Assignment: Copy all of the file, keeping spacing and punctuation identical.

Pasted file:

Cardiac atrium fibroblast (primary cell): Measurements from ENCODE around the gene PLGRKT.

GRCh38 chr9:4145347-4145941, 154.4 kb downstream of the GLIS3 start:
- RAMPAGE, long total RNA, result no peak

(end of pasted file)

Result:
Cardiac atrium fibroblast (primary cell): Measurements from ENCODE around the gene PLGRKT.

GRCh38 chr9:4145347-4145941, 154.4 kb downstream of the GLIS3 start:
- RAMPAGE, long total RNA, result no peak